The name Kimathi wa Waciuri has dominated the political scene in Kenya for years. In the early 1950s, he was active in the Kenya Land and Freedom army (Mau Mau) as an organizer in the Rift valley. Later, he led the guerrilla army fighting the British colonial occupation army and rose to its highest military rank, Field Marshal. With victories on the battlefield, came the need to consolidate the political authority of the Kenya Land and Freedom Army. This was done by the establishment of the Kenya Parliament which was the first legitimate African Government of Kenya. On 6th March . . .
Black Consciousness and Steve Biko
In his illustrious life as a Pan-African Historian, Dr. John Henrik Clarke once remarked in the many lectures he delivered that some people are confused about where they belong among us. You can clarify this situation very easily. Your creator, the oppressor, has made no room in his house for you; you either belong among us or you don’t belong in any place. In September 1977, 45 years ago, Africa lost one of its revolutionary sons, Steve Bantu Biko, who proudly upheld an unshakeable spirit of uncompromising struggle against the Apartheid regime in South Africa. Biko fronted the Black Consciousness . . .
Ahjamu Umi: Organizing to Win
Ahjamu Umi, AAPRP cadre and Hood Communist editor, and Roberto Sirvent editor of the Black Agenda Report Book Forum discuss revolutionary organizing. . . .
The Venceremos Brigade & the Necessity of Solidarity with Cuba
The Venceremos Brigade (VB) is the youngest and oldest Cuba solidarity delegation in the US. By that I mean the VB, whose name means the “We Shall Overcome” Brigade, is the longest running US-Cuba solidarity delegation in existence with a base of brigadistas who are predominantly African, Indigenous, Chicanx, poor, working class, queer, and trans young people. The Venceremos Brigade was formed in 1969 by a group of US-based students and activists who wanted to show their solidarity with the Cuban revolution while also challenging imperialist US policy towards Cuba, including the genocidal economic blockade and the US government’s ban . . .
The Unknown Connection Between Marcus Garvey & Ho Chi Minh
If you possess even a cursory history of oppressed peoples, then you have undoubtedly heard of the great Vietnamese leader Ho Chi Minh and the outstanding Pan-Africanist Marcus Garvey. Ho Chi Minh, who’s actual name was Nguyen Ai Quoc, was the founder and leader of the Viet Minh Front, which was the organized force of Vietnamese people that led their national liberation against colonial invading forces (including the U.S.) from the 1920s through the 1970s. Marcus Garvey was the Jamaican born African who helped initiate and lead the Universal Negro Improvement Association (UNIA) which grew to be the largest liberation . . .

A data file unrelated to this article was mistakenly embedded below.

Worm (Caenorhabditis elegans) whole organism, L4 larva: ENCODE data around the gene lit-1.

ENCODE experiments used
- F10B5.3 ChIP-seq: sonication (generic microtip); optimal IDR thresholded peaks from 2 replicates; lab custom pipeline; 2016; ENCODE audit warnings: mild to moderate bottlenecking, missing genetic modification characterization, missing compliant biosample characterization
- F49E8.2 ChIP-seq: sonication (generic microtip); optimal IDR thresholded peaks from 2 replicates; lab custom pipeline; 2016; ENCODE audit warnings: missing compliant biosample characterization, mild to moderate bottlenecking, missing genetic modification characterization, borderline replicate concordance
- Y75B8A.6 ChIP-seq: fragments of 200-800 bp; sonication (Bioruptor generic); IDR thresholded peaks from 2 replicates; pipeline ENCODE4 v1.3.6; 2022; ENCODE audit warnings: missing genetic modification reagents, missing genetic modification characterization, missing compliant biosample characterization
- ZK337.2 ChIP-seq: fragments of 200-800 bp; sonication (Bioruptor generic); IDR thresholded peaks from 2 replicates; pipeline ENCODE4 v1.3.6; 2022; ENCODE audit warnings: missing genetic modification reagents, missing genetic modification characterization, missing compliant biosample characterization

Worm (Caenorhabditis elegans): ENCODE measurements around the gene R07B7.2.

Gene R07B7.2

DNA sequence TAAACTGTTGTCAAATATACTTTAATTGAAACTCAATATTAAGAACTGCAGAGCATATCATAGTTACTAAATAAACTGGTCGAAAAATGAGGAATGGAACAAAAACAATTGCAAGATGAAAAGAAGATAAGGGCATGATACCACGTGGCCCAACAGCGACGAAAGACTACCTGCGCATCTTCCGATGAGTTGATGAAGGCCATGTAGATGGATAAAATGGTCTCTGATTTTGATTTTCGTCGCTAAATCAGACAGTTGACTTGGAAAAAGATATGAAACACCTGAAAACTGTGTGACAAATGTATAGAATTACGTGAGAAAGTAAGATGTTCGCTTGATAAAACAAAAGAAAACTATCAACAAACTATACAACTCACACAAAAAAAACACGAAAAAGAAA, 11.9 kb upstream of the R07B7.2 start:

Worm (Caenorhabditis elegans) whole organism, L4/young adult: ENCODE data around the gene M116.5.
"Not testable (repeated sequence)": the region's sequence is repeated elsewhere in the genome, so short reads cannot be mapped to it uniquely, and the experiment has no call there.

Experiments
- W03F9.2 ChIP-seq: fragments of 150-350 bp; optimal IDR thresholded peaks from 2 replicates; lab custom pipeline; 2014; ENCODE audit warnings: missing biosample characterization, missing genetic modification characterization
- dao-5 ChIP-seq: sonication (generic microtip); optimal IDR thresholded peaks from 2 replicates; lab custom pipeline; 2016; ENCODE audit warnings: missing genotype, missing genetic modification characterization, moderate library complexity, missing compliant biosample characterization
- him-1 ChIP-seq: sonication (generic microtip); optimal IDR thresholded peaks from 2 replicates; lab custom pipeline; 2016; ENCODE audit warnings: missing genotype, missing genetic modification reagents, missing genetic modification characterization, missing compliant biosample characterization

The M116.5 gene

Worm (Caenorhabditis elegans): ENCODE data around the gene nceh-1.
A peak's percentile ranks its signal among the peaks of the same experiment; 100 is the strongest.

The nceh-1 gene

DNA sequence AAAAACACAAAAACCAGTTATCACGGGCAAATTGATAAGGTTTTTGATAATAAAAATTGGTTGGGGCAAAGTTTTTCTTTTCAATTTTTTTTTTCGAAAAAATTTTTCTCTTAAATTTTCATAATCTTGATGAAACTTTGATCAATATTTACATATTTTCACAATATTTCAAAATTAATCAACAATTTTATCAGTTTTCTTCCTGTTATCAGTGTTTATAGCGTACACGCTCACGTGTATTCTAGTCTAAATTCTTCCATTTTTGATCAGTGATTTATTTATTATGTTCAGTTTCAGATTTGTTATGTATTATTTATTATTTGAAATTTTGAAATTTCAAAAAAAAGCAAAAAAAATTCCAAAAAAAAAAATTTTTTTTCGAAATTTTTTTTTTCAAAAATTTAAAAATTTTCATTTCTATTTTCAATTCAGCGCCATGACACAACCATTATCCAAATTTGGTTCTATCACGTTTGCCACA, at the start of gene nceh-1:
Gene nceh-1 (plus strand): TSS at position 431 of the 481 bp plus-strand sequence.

Albert Woodfox, Angola Three Warrior, passes.
Who has not heard of the Angola Three, three young black prisoners who were falsely accused of killing a prison guard in 1972 in the infamous Louisiana maximum security prison cited at a former slave plantation—and named for the place where the African captives came from, Angola. On Thursday, August 4th, attorneys for Albert Woodfox announced his passing at the age of 75. For over 43 years, Woodfox and several other black men were held in brutal solitary confinement, one of the longest held solitary prisoners on earth: 43 years, seven days a week, 23 hours a day. The United . . .
Black Radio & the Struggle for Pan-Africanism
The 1960’s and 70’s proved itself a paramount time for Black Folks. Not since the beginning of the century with mass organization led by Marcus Garvey, had there been such great instituting towards a better future for Africans globally. In North America there was a rise in Black nationalism and racial pride, ultimately emphasizing the need for Power. Africans in the Caribbean and parts of South America participated in active armed struggles and insurrections against colonial supported governments. They fought strategically to dismantle the systems of economic subjugation that were based upon race. In Europe, Africans held mass demonstrations in . . .
Reflections on Kwame Ture
Kwame Ture died at the age of 57 of prostate cancer, by that time Ture’s life story had already become history: the history of Africa, of our age- that of the people’s commitment to the winning of their freedoms. By the end of his life, he had cemented a legacy as a master organizer and staunch Pan-Africanist. As a leader of the All-African People’s Revolutionary Party (A-APRP), he helped internationalize the Black freedom struggle and inspired countless young people in the process. . . .